RELEASE: ORK meets with EPA in Washington, D.C.

Contact: Meaghan Walsh Gerard
Communications and Administrative Director

ORK is advocating for regulations for PFAS 

Damon Mullis, executive director and riverkeeper for Ogeechee Riverkeeper (ORK), traveled to Washington, D.C., last week to engage with the Environmental Protection Agency (EPA) and legislators regarding the critical issue of Per- and Polyfluoroalkyl Substances (PFAS) regulation. Mullis expressed gratitude for the recent efforts made by the EPA and lawmakers in establishing new regulations concerning PFAS levels in drinking water.

During his visit, Mullis commended the EPA and legislators for taking the initial steps in addressing PFAS contamination. He emphasized the significance of these regulations as a foundational measure in safeguarding public health. However, Mullis underscored the urgent need for further action, particularly in the areas of fish tissue consumption guidance and the elimination of PFAS from sources such as sludge used for fertilizers.

PFAS are a group of synthetic chemicals commonly found in various household and industrial products. These persistent chemicals bioaccumulate and pose a significant danger to human health and the environment due to their potential toxicity. PFAS have been linked to adverse health effects, including cancer, immune system disorders, and developmental issues. Their widespread use and persistence in the environment make them a pressing concern for communities worldwide, highlighting the urgent need for comprehensive regulation and mitigation efforts to reduce exposure and protect public health.

In a statement regarding his visit, Mullis stated, “I was in D.C. last week to thank EPA and legislators for putting out new rules on acceptable levels of PFAS in drinking water. I applauded this important first step but also reminded them that fish tissue consumption guidance is needed.”

In 2018, ORK discovered PFAS was present in fish in the Ogeechee River. Since then, ORK has been working to track potential sources, press for fish consumption guidelines, and advocate for regulations around chemical uses and discharges into waterways.

The new regulations and guidance are available here:

The EPA’s press release is available here:

About Ogeechee Riverkeeper: Ogeechee Riverkeeper 501(c)(3) works to protect, preserve, and improve the water quality of the Ogeechee River basin, which includes all of the streams flowing out to Ossabaw Sound and St. Catherine’s Sound. The Canoochee River is about 108 miles long and the Ogeechee River itself is approximately 245 miles long. The Ogeechee River system drains more than 5,500 square miles across 21 counties in Georgia. More at


PFAS EPA Wash DC – 04.2024 – Press Release


Tell Congress: Don’t let EPA weaken the Clean Water Act

By Anna Maria Stebbins, advocacy legal intern at Waterkeeper Alliance. Reposted with permission by Waterkeeper Alliance.

Our waterways are in trouble. A new regulation from the United States Environmental Protection Agency will drastically weaken the Clean Water Act, harming public health, ecosystems, and the economy. The regulation has been branded by the Trump administration as the “Navigable Waters Protection Rule,” but it definitely won’t protect our nation’s water. Instead, it’s a gift to polluters and a grave threat to the rest of us.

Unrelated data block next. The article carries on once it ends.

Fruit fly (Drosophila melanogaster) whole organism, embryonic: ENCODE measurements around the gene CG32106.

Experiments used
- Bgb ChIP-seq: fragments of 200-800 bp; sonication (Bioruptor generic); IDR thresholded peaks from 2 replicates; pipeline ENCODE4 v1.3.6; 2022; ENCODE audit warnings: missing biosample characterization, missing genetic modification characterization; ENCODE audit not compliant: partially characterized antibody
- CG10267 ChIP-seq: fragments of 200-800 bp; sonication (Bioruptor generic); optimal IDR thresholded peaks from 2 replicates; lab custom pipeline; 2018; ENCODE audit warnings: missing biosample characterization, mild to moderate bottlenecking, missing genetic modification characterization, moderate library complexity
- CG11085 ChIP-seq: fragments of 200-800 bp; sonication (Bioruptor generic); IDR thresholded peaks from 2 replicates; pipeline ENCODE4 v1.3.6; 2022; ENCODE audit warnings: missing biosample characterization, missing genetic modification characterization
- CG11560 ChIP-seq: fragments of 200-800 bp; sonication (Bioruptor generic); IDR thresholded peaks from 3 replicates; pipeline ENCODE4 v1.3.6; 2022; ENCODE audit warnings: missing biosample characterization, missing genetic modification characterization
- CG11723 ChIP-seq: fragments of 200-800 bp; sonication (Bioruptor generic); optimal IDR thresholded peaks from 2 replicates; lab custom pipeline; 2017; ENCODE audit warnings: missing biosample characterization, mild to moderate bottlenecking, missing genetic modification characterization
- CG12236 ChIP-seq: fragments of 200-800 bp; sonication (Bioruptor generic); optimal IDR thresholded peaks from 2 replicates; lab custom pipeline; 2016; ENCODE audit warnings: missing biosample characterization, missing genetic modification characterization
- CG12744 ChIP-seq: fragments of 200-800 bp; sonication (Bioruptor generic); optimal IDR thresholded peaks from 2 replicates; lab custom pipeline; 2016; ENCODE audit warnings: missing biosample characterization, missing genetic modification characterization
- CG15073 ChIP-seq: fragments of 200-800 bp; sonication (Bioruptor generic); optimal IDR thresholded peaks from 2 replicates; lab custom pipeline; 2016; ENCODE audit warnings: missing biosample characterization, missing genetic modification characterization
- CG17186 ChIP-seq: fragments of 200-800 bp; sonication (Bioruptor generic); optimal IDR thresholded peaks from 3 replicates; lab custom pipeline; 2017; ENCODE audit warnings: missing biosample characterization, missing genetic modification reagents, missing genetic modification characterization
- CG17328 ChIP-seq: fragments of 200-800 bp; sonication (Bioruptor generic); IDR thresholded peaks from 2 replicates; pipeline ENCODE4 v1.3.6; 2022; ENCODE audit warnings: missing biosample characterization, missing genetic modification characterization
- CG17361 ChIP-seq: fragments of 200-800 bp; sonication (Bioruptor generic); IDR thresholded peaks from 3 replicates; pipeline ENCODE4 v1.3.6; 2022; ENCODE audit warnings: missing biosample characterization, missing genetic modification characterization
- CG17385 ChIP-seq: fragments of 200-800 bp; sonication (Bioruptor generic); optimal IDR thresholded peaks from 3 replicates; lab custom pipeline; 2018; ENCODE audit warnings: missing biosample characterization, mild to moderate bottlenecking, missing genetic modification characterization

The rule narrows the definition of “waters of the United States,” which are the waters the Clean Water Act authorizes the federal government to protect. The changes to the rule will mean vital protections will be stripped from millions of miles and acres of rivers, streams, lakes, and wetlands.        

Will you contact your Members of Congress today and urge them to oppose this final rule?

This rule threatens our health. Companies and municipalities could dump toxic and radioactive chemicals and sewage directly into newly unprotected waterways with impunity. Unprotected waterways can be dredged and filled, killing wildlife and fish. Worse—waterways are interconnected with each other and pollution flows downstream, meaning that pollution could spread to any connected way, crossing state lines and causing widespread pollution in our drinking water supplies, fisheries, and recreational waters.

This rule will also damage the economy. Clean water is essential to so many industries and people’s livelihoods. For example, fishing industries rely on clean water that is habitable for fish. The housing market could take a hit because clean waters and healthy wetlands prevent dangerous algal blooms and flooding, which devalue property.

This new rule is an unacceptable departure from 50 years of established law and science. It primarily benefits polluting industries such as developers, fossil fuel and mining companies and industrial agriculture, at the expense of our nation’s water quality and public health. This is an obvious example of the Trump administration putting company profits over people’s health and livelihoods!

Please help protect our nation’s water. Contact your Members of Congress today and ask them to utilize their legislative authority to stop this new rule from taking effect.

Photo by Michael Rodock on Unsplash